In the summer of 1920, local residents disputed the merits and perceived risks associated with the passage of the 19th Amendment. Racism, rather than sexism, was a key factor on both sides of the argument.
Tag: white supremacy
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Letter: Nothing to salvage in Vance Monument
“Please realize every day this statue remains intact is another day you’re not actively renouncing white supremacy.”
Asheville Archives: Top views for 2018
See what historical events captured readers’ attention throughout 2018.
Asheville Archives: ‘White supremacy made permanent,’ 1900
In 1900, N.C. was set to vote on an amendment to its state constitution. Literacy tests were among the additions proposed. Illiterate white men, however, need not worry. This point was made clear in a Jan 30, 1900 Q&A in The Asheville Daily Citizen. Titled, “WHITE SUPREMACY MADE PERMANENT,” the piece answered all inquiries and concerns surrounding the amendment.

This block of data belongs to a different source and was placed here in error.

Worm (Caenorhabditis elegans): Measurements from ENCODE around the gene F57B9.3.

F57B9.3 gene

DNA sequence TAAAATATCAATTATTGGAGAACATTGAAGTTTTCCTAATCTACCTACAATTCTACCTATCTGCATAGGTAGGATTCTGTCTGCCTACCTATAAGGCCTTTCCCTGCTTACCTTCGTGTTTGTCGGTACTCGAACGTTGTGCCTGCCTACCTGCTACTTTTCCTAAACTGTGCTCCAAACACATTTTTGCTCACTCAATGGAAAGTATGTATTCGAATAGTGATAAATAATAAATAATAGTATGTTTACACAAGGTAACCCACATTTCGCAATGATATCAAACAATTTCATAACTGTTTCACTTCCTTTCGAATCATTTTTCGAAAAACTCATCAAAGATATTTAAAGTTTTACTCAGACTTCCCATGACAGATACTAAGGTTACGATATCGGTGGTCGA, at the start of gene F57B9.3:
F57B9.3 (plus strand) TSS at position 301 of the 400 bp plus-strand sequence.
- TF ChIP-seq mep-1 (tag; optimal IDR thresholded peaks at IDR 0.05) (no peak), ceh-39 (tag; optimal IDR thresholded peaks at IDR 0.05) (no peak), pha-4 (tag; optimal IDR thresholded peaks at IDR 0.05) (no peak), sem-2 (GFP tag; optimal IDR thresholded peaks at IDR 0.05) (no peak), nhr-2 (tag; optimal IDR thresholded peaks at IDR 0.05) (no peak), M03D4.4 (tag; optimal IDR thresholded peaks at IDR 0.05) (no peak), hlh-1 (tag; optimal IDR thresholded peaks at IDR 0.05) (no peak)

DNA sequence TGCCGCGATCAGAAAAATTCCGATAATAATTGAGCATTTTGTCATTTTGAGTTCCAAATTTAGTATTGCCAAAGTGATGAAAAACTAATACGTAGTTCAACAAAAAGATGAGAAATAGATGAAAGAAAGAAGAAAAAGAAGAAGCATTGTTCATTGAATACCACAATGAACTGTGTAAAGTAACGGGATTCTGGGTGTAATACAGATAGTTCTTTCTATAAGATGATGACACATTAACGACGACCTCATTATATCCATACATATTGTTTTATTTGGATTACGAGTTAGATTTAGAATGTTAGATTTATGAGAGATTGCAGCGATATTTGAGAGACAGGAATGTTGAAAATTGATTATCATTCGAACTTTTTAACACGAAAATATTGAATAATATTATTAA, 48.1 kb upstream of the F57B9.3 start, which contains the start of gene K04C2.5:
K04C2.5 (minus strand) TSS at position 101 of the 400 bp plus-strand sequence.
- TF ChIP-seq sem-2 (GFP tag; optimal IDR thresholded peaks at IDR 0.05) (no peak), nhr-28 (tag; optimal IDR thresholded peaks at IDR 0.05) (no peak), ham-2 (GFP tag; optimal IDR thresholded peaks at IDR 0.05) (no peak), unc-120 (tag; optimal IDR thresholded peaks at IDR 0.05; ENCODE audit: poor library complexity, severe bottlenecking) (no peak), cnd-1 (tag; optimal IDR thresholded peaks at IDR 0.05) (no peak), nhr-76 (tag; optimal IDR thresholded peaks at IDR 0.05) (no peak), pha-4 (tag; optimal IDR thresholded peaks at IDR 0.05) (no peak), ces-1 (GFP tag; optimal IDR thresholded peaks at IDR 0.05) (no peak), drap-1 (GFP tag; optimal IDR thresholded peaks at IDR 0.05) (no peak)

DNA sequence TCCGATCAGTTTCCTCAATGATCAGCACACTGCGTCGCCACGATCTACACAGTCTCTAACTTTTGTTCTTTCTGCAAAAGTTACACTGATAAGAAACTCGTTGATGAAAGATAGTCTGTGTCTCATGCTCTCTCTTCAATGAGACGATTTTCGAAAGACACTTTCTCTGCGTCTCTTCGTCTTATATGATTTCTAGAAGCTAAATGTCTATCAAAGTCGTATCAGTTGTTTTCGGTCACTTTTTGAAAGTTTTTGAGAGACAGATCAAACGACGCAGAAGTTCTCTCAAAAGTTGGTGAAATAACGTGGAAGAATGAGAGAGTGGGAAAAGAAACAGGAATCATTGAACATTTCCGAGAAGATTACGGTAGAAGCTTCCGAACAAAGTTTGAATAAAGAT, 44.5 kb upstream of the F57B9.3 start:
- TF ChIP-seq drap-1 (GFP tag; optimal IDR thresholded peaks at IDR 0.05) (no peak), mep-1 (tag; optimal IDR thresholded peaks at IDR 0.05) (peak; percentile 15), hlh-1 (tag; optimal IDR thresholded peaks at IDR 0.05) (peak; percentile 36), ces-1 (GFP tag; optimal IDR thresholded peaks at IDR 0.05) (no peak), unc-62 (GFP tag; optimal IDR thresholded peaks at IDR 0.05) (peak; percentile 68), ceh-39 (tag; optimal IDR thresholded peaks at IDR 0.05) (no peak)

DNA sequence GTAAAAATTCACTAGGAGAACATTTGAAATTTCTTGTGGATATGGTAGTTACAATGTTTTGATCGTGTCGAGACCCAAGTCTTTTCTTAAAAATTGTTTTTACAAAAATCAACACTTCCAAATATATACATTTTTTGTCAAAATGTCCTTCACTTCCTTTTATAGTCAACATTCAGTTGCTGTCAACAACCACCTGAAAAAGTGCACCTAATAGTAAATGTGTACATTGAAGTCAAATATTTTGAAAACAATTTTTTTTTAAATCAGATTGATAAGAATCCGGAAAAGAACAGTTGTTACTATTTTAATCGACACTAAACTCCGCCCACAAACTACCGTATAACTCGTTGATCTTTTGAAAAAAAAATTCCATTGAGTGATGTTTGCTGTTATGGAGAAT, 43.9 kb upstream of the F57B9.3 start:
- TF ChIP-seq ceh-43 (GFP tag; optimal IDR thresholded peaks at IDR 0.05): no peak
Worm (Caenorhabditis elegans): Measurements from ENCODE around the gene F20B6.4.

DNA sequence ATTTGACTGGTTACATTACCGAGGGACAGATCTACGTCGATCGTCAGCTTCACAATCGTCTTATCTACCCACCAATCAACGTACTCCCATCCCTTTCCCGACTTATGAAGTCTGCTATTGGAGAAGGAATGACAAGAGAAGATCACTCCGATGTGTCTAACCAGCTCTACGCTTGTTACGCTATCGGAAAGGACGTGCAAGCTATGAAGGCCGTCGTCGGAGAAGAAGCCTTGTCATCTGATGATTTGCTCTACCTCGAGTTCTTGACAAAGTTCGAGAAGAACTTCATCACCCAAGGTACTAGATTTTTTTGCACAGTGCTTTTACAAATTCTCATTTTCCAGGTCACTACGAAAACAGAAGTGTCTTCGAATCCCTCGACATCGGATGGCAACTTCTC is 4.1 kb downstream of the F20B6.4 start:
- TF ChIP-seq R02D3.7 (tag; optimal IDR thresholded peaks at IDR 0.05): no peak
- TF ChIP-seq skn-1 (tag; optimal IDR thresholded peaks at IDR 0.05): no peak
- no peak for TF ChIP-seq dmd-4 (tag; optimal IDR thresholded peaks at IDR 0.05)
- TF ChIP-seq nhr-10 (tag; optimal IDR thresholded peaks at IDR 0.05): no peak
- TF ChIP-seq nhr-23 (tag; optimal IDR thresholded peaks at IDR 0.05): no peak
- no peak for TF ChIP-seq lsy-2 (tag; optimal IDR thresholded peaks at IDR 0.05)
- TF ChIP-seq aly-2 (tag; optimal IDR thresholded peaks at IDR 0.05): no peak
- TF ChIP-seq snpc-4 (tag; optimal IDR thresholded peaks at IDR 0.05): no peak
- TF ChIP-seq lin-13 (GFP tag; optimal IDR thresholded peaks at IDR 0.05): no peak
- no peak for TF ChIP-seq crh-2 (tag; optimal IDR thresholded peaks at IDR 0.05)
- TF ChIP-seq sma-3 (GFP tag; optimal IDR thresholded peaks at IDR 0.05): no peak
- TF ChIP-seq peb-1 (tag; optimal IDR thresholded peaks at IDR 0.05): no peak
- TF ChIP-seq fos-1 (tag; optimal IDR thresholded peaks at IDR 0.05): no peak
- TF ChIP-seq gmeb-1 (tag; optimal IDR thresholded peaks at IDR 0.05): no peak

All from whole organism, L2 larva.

Local activists strive for social change
In Western North Carolina, homegrown activists of all stripes are working to effect change among an increasingly divided populace, drawing on historical ideals and using new technologies to spread their messages. Xpress reached out to local activists from across the political spectrum to share their motivations, challenges and techniques.
A modest proposal for the Vance Monument
“First off, let’s agree that anybody with an ounce of decency must feel a bit embarrassed that Asheville has given its top award for excellence to a man like Zebulon Baird Vance.”